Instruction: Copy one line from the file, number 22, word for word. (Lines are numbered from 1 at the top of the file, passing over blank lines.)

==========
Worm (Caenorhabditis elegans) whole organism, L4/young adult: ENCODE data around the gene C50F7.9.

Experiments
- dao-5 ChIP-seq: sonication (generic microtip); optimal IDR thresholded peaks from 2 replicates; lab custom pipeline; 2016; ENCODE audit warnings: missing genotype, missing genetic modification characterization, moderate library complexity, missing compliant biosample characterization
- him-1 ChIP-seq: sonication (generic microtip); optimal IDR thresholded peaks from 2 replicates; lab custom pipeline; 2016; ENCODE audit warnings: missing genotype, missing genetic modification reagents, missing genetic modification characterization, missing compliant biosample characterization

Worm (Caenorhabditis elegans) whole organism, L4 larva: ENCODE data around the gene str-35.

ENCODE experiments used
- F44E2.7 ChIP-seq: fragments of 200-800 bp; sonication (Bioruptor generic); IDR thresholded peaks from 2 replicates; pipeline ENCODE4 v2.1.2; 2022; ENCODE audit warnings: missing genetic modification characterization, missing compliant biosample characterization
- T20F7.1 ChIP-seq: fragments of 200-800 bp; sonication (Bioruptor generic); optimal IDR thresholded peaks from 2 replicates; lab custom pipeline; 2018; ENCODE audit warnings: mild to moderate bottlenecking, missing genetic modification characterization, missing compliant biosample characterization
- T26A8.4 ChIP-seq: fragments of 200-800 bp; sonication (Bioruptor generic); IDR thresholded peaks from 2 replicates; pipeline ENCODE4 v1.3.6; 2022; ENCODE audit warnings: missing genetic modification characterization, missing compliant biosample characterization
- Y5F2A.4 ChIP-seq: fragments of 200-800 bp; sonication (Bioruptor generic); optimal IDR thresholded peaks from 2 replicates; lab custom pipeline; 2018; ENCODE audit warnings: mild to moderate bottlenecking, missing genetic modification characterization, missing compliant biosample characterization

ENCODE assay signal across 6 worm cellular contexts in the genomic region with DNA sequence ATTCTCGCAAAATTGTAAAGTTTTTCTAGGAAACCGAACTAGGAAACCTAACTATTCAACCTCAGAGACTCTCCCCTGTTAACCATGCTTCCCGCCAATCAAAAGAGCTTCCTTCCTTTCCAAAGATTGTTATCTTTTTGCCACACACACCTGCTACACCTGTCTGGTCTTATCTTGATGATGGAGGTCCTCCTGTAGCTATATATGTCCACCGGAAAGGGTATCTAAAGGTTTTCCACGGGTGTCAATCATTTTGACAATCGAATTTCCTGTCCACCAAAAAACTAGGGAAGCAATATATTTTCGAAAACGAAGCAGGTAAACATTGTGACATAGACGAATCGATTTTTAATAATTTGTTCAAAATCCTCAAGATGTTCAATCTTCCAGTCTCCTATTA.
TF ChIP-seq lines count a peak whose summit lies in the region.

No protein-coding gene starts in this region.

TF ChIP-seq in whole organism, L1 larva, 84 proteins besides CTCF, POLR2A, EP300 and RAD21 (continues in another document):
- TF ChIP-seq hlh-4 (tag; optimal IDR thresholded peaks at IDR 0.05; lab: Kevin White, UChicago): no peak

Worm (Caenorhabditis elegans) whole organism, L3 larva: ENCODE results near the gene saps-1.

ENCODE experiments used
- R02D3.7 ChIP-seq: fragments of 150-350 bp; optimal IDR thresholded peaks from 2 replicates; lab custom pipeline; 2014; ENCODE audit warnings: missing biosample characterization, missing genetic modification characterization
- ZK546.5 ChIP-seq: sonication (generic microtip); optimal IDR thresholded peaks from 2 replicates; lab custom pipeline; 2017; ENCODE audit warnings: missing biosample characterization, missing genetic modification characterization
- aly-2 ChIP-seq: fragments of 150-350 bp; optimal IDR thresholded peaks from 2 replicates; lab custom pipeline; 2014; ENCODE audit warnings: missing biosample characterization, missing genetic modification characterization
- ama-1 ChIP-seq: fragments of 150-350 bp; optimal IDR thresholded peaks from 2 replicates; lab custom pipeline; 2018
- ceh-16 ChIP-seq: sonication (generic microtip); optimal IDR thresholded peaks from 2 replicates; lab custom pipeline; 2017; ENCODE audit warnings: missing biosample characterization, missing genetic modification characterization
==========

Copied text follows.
- ceh-16 ChIP-seq: sonication (generic microtip); optimal IDR thresholded peaks from 2 replicates; lab custom pipeline; 2017; ENCODE audit warnings: missing biosample characterization, missing genetic modification characterization